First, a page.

grow the business rapidly, and hope automation solves the margins in some later year.
LLM adoption should be a valuable tool in improving margins in this kind of business,
which in theory should enable new businesses to be created by improving the potential margin.
However, we’ve been in a decade of zero-interest-rate policy
which has meant that current-year margins haven’t mattered much to folks,
which implies that most of these ideas that should be enabled by improved margins should
have already been attempted in the preceeding margin-agnostic decade.
This means that LLMs will make those businesses better, but the businesses themselves should
have already been tried, and many of them have failed ultimately due to market size preventing
required returns moreso than margin of operating their large internal teams to mask over missing margin-enhancing technology.
- If you ignore the margin-enhancement opporunties represented by LLMs,
which I’ve argued shouldn’t generate new business ideas but improve existing business ideas already
tried over the last decade, then it’s interesting to ponder what the sweet spot is for these tools.
My take is that they’re very good at supporting domain experts, where the potential damaged caused by
inaccuracies is constrained, e.g. Github Copilot is a very plausible way to empower a proficient programmer,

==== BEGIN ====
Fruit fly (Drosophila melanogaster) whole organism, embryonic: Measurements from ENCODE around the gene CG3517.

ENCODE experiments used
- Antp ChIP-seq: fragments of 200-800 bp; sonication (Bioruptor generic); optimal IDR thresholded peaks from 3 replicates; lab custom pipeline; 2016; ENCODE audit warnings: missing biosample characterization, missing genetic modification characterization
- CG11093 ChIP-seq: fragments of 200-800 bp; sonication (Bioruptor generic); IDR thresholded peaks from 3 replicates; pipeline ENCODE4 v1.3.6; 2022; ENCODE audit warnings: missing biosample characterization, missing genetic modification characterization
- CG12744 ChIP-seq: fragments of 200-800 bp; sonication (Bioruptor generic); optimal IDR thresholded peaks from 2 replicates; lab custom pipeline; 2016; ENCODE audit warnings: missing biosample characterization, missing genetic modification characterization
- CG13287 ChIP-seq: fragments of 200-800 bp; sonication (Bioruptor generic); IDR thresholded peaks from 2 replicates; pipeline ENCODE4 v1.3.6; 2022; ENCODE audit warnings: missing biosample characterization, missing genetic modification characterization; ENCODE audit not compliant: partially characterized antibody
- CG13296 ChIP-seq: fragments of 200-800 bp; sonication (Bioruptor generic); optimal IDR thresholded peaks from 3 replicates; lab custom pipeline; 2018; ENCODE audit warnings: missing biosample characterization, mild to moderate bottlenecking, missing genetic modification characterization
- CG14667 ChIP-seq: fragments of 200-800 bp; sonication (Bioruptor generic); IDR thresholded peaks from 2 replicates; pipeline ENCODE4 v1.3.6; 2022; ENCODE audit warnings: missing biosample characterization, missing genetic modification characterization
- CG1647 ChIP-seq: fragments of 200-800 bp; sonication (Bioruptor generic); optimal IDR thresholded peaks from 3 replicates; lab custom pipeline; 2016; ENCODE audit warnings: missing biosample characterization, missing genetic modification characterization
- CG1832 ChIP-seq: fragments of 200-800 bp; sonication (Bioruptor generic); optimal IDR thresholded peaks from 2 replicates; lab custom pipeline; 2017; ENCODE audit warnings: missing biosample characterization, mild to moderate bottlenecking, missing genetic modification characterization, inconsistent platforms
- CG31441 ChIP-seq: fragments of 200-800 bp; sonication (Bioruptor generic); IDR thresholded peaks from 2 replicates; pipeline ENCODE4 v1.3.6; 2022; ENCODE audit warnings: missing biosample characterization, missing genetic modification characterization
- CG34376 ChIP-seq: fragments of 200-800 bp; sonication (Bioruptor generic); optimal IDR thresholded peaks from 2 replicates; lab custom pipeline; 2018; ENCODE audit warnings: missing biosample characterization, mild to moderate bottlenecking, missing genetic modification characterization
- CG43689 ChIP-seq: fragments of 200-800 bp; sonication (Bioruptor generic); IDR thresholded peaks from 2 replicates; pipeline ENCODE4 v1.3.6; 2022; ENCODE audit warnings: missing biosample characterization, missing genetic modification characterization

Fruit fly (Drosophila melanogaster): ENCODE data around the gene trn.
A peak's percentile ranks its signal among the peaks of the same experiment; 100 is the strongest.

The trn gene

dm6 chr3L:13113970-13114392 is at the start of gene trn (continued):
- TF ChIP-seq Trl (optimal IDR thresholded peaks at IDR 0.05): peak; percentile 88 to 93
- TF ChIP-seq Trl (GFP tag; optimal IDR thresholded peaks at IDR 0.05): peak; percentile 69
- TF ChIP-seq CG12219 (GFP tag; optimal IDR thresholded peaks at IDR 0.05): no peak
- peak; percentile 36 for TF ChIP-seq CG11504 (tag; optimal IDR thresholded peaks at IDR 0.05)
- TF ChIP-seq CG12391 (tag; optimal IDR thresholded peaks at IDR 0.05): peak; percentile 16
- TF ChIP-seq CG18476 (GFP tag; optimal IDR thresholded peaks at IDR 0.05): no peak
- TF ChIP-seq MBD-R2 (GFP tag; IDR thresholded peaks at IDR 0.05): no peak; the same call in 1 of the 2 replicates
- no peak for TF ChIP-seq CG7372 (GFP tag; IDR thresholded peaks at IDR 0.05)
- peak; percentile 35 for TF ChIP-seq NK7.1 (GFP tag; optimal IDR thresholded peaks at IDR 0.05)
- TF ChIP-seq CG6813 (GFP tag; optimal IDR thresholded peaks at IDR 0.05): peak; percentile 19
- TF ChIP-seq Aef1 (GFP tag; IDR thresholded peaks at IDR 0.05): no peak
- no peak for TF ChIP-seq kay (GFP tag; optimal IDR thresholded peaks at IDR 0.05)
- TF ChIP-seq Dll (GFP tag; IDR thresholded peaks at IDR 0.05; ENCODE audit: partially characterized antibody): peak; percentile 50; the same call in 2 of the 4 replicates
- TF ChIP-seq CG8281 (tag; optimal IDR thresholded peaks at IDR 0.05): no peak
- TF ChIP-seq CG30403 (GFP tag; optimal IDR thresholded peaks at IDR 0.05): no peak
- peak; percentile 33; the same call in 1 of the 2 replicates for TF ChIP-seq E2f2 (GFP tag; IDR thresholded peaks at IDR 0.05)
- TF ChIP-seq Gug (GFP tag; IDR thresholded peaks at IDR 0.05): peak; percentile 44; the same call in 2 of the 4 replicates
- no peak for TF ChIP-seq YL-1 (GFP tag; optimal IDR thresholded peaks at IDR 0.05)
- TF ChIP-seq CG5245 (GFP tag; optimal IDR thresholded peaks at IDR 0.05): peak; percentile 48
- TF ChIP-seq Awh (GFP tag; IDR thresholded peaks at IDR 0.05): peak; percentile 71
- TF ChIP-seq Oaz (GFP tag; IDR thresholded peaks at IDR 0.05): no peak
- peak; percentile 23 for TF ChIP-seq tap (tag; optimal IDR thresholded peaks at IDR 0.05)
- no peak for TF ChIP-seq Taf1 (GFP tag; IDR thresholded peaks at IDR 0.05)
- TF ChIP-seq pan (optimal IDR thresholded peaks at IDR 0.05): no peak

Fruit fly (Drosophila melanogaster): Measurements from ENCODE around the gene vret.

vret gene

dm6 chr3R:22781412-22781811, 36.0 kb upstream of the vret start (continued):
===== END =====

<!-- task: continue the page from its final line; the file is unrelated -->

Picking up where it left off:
and a very risky way to train a novice in a setting where the code has access to sensitive resources or data.
However, to the extent that we’re pushing experts from authors to editors, I’m not sure that’s an actual speed
improvement for our current generation of experts, who already have mastery in authorship and (often) a lesser
skill in editing. Maybe there is a new generation of experts who are exceptional editors first, and authors second,
which these tools will foster. If that’s true, then likely the current generation of leaders is unable to
assess these tools appropriately, but… I think that most folks make this argument about most new technologies,
and it’s only true sometimes. (Again, crypto is a clear example of something that has not overtaken existing
technologies in the real world with significant regulatory overhead.)
Anyway, it was a fun project, and I have a much better intuitive sense of what’s possible
in this space after spending some time here, which was my goal. I’ll remain very curious to
see what comes together here as the timeline progresses.